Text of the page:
Nobody likes to see snow on a soybean field.

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For city folks, it means winter has come too soon. For farmers, it means Mother Nature has, once again, given them a kick in the pants.

This fall’s cold and wet weather has left farmers facing tough choices, said Nick Baker, agriculture agent for UW Extension, Rock County.

The problem really started last spring, when the majority of the crops went into the ground two to three weeks late, he said.

“It kind of rained all summer, and it never really got too hot, so we had a delayed harvest,” Baker said. “And now, this weather is delaying us even more.”

About 5 inches of snow fell last week, rain came Sunday night and more snow is predicted this week.

Farmers don’t have a lot of good choices.

They can wait for the fields to dry and then harvest their crops, but the weather doesn’t look like it’s going to cooperate any time soon. Meanwhile, corn and soybeans are soaking up all the extra moisture from rain and melting snow, Baker said.

Farmers will get less per bushel from high-moisture corn because grain elevators have to dry it.

When soybeans soak up moisture and then go through the freezing and thawing cycle, the pods split, and the beans end up on the ground.


The semitrailer truck driver watches as freshly harvested corn is transferred into his truck for transport Tuesday.

Farmers could wait until the ground freezes, Baker said, but if the cold brings even a little bit of snow, that’s not great, either.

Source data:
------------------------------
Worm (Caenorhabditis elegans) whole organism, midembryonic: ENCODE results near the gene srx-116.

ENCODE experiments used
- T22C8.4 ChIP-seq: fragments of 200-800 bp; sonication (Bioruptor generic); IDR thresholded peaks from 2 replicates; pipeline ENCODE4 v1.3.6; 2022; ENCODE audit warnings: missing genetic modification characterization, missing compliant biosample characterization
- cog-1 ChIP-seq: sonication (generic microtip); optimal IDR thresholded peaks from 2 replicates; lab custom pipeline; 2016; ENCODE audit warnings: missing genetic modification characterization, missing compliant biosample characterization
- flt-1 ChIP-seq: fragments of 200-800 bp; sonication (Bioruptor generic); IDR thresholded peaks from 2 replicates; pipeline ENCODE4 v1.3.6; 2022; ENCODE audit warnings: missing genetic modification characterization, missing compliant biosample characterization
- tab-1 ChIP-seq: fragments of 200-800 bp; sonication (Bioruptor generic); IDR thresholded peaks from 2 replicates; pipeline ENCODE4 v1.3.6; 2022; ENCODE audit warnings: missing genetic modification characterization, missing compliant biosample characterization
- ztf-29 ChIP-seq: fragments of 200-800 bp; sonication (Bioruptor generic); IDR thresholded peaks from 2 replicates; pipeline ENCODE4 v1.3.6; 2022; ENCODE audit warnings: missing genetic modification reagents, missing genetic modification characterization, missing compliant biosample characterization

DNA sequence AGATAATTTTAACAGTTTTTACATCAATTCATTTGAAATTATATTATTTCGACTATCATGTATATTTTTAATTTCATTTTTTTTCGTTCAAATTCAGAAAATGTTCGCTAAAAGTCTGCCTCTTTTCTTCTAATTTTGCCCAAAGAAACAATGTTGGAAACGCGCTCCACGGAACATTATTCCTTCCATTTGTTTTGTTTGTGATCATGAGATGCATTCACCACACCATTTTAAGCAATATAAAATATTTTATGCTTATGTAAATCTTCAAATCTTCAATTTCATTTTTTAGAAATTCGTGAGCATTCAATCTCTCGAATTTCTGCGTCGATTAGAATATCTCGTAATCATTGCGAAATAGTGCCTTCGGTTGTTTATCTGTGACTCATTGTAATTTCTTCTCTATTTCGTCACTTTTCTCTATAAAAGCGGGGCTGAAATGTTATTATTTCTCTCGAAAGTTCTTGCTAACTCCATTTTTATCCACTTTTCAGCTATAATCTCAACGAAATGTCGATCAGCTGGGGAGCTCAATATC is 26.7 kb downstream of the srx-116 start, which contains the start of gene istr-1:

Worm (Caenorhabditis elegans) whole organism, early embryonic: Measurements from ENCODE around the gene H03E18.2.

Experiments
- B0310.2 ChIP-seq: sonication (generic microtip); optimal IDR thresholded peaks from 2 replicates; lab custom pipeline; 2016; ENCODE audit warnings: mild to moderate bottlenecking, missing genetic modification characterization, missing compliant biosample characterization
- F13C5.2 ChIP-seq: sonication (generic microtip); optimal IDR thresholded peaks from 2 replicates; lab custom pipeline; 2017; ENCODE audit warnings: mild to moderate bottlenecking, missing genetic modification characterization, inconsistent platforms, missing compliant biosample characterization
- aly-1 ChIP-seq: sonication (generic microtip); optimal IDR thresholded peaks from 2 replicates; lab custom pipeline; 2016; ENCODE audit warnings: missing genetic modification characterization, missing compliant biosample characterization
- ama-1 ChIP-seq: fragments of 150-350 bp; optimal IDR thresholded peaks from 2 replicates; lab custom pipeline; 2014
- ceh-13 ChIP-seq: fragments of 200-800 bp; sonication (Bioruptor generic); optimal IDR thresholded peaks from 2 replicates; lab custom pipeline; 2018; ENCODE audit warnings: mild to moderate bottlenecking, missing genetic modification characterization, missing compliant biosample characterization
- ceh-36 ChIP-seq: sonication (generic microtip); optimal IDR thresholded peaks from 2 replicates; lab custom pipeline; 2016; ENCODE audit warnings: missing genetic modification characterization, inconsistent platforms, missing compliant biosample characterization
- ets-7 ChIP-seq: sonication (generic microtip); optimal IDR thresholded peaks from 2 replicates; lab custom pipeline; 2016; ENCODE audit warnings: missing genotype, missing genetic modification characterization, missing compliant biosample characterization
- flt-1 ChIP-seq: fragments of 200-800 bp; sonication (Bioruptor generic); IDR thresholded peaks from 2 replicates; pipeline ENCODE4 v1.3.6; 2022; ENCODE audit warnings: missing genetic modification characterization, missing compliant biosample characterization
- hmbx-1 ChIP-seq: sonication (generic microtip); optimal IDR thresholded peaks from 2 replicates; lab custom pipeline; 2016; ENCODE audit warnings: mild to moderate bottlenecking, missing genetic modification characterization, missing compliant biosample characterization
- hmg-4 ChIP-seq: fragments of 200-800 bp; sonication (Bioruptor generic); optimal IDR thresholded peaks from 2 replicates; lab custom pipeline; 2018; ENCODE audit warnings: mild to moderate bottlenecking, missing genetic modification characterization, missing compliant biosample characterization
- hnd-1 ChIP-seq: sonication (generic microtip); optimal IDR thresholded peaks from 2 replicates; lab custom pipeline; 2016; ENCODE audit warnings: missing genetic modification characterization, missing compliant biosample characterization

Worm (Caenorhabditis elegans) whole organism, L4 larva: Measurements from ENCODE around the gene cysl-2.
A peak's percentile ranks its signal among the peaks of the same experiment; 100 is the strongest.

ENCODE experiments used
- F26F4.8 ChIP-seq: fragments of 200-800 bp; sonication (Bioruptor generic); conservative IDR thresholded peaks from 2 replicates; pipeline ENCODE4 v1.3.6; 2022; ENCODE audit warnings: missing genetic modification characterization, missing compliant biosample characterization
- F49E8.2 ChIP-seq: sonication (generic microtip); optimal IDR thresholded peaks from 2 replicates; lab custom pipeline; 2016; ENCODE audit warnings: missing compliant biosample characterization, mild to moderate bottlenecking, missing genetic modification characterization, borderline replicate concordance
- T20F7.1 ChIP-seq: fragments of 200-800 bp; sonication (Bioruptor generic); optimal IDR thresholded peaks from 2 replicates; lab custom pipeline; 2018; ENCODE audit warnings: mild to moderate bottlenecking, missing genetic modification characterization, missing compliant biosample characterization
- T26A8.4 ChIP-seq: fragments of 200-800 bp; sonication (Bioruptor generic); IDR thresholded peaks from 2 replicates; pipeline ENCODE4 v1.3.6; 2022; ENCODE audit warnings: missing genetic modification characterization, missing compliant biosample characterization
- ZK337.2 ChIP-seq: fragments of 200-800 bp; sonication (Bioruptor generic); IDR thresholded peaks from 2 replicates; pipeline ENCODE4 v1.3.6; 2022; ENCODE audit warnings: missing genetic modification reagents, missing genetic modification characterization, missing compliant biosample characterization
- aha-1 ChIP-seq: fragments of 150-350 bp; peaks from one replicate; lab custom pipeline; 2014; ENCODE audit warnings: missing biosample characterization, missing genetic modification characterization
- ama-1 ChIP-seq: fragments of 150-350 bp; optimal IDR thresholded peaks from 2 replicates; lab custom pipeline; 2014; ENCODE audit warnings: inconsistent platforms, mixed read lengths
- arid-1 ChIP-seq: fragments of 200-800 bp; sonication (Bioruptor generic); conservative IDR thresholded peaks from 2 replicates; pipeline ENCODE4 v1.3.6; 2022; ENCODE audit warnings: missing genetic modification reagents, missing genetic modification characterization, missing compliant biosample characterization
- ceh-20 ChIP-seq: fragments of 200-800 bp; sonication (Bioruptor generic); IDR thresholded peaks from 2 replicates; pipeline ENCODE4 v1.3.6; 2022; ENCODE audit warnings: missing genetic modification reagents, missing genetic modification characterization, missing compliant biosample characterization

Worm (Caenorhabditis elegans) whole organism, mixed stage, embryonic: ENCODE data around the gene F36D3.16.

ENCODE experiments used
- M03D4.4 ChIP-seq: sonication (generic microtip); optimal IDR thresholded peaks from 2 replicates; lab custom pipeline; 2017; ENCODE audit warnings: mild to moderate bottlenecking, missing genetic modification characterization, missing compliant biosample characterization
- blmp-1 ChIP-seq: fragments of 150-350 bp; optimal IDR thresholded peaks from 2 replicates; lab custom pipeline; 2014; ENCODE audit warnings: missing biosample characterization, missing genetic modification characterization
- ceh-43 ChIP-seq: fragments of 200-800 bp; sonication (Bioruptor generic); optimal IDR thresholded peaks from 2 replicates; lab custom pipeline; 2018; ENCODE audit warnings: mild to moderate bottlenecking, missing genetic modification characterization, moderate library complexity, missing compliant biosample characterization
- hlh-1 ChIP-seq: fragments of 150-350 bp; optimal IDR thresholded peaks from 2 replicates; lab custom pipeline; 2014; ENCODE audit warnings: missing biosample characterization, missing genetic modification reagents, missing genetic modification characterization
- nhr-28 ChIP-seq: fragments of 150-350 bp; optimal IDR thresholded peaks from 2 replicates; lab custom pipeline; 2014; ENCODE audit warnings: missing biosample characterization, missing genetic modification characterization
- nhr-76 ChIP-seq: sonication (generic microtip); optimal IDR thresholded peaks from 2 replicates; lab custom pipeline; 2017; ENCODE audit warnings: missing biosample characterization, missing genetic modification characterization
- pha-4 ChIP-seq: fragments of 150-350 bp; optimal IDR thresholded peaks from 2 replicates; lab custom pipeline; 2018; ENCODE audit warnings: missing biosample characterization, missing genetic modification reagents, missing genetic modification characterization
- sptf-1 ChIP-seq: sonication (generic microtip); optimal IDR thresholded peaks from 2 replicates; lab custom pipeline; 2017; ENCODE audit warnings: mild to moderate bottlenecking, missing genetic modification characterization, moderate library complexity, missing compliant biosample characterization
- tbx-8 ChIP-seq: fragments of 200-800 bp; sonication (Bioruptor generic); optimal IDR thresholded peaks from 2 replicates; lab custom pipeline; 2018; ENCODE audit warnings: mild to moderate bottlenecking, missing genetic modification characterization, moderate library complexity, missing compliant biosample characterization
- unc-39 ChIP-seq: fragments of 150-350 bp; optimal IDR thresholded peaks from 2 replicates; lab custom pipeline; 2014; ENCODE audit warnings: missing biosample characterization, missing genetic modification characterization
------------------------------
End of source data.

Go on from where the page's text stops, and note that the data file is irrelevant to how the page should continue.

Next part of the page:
“The soybean pods go from the top of the plant to the ground,” Baker explained. “So even if we get 2 or 3 inches of snow, we’re going to have to leave 15% to 20% of the yield potential out there.”

In addition, harvesting frozen grain can damage combines. Alternatively, combines’ sieves can get blocked, and the corn ends up on the ground, Baker said.

This season’s one positive might be high yields. Harvesting conditions will reduce those yields, but at least farmers might break even, Baker said.

Joe Martin, who farms in the town of Fulton, said it has been a frustrating season. He’s going to use his high moisture corn to feed his dairy herd. He milks about 200 cows and has young stock to feed, as well.

One of the challenges is that this year follows last year’s wet and less-than-ideal harvest conditions, Martin said.

But weather isn’t something anyone can control, he said, and you just have to try again next year.

“It’s one of those years we just want to turn the page on,” Martin said.


A combine harvests corn in a field northwest of Janesville on Tuesday.